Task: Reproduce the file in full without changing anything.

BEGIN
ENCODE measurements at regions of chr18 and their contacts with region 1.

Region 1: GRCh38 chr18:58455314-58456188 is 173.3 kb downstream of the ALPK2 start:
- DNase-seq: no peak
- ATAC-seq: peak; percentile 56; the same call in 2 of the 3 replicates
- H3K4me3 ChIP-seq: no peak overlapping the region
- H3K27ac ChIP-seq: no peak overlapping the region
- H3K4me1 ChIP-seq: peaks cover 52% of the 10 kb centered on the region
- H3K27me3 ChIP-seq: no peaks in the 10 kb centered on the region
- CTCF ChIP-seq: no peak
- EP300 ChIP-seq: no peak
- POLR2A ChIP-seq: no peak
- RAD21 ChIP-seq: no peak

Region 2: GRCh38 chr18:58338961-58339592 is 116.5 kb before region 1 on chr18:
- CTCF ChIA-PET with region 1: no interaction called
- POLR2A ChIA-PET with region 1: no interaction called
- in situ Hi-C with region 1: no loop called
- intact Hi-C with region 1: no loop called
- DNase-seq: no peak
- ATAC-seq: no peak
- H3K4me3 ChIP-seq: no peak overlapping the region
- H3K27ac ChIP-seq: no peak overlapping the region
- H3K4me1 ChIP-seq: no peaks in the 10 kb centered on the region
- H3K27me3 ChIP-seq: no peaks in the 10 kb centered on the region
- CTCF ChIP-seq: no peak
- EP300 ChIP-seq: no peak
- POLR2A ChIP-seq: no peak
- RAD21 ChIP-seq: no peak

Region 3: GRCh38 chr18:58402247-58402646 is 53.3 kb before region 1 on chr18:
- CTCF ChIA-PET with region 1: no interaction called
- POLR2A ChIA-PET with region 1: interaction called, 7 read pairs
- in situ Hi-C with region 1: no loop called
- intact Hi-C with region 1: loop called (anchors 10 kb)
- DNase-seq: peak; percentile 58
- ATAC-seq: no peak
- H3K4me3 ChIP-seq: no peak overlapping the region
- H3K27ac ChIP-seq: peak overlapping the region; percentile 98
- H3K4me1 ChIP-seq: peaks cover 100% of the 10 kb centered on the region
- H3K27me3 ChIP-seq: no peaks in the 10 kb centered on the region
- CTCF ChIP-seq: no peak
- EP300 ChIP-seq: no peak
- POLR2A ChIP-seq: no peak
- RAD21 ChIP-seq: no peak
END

ENCODE measurements at regions of chr18 and their contacts with region 1.

Region 1: GRCh38 chr18:58455314-58456188 is 173.3 kb downstream of the ALPK2 start:
- DNase-seq: no peak
- ATAC-seq: peak; percentile 56; the same call in 2 of the 3 replicates
- H3K4me3 ChIP-seq: no peak overlapping the region
- H3K27ac ChIP-seq: no peak overlapping the region
- H3K4me1 ChIP-seq: peaks cover 52% of the 10 kb centered on the region
- H3K27me3 ChIP-seq: no peaks in the 10 kb centered on the region
- CTCF ChIP-seq: no peak
- EP300 ChIP-seq: no peak
- POLR2A ChIP-seq: no peak
- RAD21 ChIP-seq: no peak

Region 2: GRCh38 chr18:58338961-58339592 is 116.5 kb before region 1 on chr18:
- CTCF ChIA-PET with region 1: no interaction called
- POLR2A ChIA-PET with region 1: no interaction called
- in situ Hi-C with region 1: no loop called
- intact Hi-C with region 1: no loop called
- DNase-seq: no peak
- ATAC-seq: no peak
- H3K4me3 ChIP-seq: no peak overlapping the region
- H3K27ac ChIP-seq: no peak overlapping the region
- H3K4me1 ChIP-seq: no peaks in the 10 kb centered on the region
- H3K27me3 ChIP-seq: no peaks in the 10 kb centered on the region
- CTCF ChIP-seq: no peak
- EP300 ChIP-seq: no peak
- POLR2A ChIP-seq: no peak
- RAD21 ChIP-seq: no peak

Region 3: GRCh38 chr18:58402247-58402646 is 53.3 kb before region 1 on chr18:
- CTCF ChIA-PET with region 1: no interaction called
- POLR2A ChIA-PET with region 1: interaction called, 7 read pairs
- in situ Hi-C with region 1: no loop called
- intact Hi-C with region 1: loop called (anchors 10 kb)
- DNase-seq: peak; percentile 58
- ATAC-seq: no peak
- H3K4me3 ChIP-seq: no peak overlapping the region
- H3K27ac ChIP-seq: peak overlapping the region; percentile 98
- H3K4me1 ChIP-seq: peaks cover 100% of the 10 kb centered on the region
- H3K27me3 ChIP-seq: no peaks in the 10 kb centered on the region
- CTCF ChIP-seq: no peak
- EP300 ChIP-seq: no peak
- POLR2A ChIP-seq: no peak
- RAD21 ChIP-seq: no peak